14 October, 2022

I build businesses, both as independent startups and as new initiatives within large global companies. This series of posts is based on an FX Options training course that I delivered whilst contributing to building FX businesses at a number of investment banks. If you are looking to build a business and require leadership then please contact me via the About section of this website.

FX Options Guide - Section 21 - Average Rate Option

Average Rate Option Introduction

In this section we take a look at the average rate option, a different type of non-vanilla option that is not a barrier option. To get the most from this section you should first have covered the foundational FX options knowledge including the terminology of FX options, looked at some common option strategies and how options are funded and how these funding techniques are used when combining options. It would also be helpful to have covered the section on knockout options.

Average Rate Option

The average rate option differs from a standard option in the way that the pay-off at expiration is determined. The value of a standard option is determined at expiration by comparing the spot rate to the strike price. The value of an average rate option is determined at expiration by comparing the strike price to an average of spot rates observed over the life of the option. The ARO is cash settled.

ARO Spot Observations

ARO spot observations used to determine the average at expiration can be taken on any business day during the life of the option. Observations are taken at pre-specified time on the observation days. Observations are typically taken from reliable Reuters sources such as Federal Reserve page FEDSPOT or the European Central Bank euro FX reference rates page ECB37.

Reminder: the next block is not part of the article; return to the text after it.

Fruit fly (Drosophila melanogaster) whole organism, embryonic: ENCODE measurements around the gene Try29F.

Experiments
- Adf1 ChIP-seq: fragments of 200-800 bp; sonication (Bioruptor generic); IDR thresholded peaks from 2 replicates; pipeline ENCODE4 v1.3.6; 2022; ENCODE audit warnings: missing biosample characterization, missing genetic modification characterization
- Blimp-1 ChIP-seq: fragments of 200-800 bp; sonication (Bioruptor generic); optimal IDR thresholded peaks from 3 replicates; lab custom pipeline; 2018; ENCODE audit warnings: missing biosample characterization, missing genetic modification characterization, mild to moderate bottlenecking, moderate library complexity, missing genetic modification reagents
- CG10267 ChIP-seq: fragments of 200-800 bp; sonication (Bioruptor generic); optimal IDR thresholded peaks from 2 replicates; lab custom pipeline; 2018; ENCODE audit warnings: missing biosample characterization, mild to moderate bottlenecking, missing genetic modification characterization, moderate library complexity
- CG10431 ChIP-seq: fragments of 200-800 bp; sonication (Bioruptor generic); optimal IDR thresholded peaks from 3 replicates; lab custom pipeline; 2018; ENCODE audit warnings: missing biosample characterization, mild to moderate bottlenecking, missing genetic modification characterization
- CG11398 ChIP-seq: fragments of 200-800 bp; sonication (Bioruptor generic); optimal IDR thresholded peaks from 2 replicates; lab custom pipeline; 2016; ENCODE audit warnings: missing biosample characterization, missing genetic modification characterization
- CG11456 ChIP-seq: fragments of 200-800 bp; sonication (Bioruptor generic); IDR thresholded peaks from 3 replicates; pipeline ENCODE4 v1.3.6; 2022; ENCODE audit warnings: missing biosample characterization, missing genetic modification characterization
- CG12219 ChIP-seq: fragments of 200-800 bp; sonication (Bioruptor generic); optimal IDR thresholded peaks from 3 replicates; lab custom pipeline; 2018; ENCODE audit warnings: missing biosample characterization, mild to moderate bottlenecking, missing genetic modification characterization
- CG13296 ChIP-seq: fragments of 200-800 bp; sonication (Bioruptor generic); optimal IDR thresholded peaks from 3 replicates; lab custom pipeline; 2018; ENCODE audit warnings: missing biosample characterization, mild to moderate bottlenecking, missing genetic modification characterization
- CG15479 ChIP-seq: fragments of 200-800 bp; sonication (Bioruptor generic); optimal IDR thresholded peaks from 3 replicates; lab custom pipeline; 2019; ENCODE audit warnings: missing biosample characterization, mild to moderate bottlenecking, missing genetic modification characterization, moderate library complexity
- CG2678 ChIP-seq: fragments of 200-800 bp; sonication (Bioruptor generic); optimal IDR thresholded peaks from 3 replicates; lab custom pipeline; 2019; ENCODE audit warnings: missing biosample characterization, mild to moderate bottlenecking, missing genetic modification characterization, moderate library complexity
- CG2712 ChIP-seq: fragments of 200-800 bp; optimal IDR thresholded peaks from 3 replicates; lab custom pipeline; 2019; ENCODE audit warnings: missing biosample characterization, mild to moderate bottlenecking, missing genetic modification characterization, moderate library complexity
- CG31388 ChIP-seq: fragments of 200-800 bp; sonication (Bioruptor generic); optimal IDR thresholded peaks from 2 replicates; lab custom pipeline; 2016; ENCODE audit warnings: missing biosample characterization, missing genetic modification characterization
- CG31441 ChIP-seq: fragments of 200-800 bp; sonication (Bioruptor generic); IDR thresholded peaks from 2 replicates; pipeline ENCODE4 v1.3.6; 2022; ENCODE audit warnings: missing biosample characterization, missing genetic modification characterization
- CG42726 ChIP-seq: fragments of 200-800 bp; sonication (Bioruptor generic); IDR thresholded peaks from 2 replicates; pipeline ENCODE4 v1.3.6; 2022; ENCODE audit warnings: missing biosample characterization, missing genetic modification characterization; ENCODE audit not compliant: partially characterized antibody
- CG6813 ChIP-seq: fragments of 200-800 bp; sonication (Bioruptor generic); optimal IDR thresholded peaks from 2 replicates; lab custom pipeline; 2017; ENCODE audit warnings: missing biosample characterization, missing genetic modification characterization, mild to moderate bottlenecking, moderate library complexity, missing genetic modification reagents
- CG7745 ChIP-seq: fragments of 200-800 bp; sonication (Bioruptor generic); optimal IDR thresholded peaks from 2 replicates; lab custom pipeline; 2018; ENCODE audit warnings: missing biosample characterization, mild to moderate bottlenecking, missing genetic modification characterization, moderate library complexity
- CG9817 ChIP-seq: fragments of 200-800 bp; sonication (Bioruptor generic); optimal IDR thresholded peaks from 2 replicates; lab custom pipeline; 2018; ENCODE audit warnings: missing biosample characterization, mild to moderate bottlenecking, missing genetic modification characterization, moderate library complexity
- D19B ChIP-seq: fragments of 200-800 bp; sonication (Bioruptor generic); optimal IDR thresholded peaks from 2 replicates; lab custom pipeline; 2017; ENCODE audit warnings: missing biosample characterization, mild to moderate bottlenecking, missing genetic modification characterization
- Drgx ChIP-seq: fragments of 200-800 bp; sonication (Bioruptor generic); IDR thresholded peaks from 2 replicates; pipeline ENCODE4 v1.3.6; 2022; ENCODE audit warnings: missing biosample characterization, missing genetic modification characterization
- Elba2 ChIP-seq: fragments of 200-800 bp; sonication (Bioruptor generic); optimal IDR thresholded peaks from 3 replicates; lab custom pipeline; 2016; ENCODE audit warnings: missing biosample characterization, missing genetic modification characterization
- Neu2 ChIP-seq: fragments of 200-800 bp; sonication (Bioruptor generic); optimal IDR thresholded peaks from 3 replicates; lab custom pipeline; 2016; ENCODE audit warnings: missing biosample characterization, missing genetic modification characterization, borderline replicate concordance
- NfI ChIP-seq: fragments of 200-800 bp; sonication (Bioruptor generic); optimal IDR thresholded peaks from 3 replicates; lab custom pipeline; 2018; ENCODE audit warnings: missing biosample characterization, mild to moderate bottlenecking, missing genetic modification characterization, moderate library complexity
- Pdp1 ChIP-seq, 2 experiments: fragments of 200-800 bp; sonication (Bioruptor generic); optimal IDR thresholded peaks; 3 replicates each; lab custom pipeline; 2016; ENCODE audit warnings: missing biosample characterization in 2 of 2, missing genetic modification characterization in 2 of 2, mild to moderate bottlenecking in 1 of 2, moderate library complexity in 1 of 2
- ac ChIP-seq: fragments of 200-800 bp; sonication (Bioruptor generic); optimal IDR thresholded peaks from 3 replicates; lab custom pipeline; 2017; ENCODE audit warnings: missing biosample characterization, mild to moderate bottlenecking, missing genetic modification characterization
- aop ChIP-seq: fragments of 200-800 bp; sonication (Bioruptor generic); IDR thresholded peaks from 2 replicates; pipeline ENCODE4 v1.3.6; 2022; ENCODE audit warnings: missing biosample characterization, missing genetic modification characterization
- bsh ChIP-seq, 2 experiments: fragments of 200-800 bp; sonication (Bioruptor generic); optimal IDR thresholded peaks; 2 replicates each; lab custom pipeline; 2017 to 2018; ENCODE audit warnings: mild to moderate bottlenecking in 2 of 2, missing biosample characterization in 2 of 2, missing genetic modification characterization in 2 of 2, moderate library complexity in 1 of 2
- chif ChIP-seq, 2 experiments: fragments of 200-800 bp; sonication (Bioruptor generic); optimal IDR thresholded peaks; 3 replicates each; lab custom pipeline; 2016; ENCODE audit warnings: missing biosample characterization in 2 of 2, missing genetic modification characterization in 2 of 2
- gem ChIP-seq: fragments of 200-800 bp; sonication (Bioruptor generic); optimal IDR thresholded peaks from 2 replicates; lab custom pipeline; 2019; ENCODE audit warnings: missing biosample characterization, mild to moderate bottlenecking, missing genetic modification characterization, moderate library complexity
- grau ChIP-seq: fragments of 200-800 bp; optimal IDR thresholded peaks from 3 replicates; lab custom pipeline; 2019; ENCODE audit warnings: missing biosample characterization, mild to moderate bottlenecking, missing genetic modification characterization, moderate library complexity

ARO Cost & Performance

The cost and performance of the ARO should be compared to the performance of a strip of options with the same strike as the ARO. To compare the ARO to a strip of European options the ARO observation dates would coincide with the expiration dates of the strip of European options. The ARO is cash settled into the clients’ currency of account.

Periodic Exposures

A risk manager who has periodic exposures to a particular currency has traditionally hedged using either a strip of forwards, or a strip of options. By the end of the period, the hedging process should have resulted in a certain minimum domestic currency amount being realised. The choice of hedging instrument will depend on the level of protection the strategy provides versus the cost of the strategy. The Average Rate Option exploits the fact that the risk is distributed over time to enable the risk manager to achieve a cost-effective hedge.

ARO Example

Consider a situation where a USD based risk manager has identified a series of quarterly CHF revenues. A rate of 1.4000 has been decided as the required protection level. The choice of hedge has been narrowed down to either a strip of USD call / CHF put options or an ARO.

Average Rate Option Image

ARO Performance

In the first example the strip of standard options results in a higher return. However, the payout from the ARO exactly off-sets the risk, and meets the required protection level. In the second example, where both the ARO and the strip of options expire worthless, the additional premium paid for the strip has resulted in no greater return. The additional premium paid for the strip of standard options represents the cost of trying to outperform the exposure.

ARO Price Sensitivities

  • Price increases for an increase in volatility
  • Price tends to decrease the earlier the observations start and the greater the number of observations

ARO Summary

  • The ARO precisely matches continuous periodic exposures.
  • The ARO is a cost effective alternative to a strip of standard options.
  • The ARO provides an efficient risk management alternative.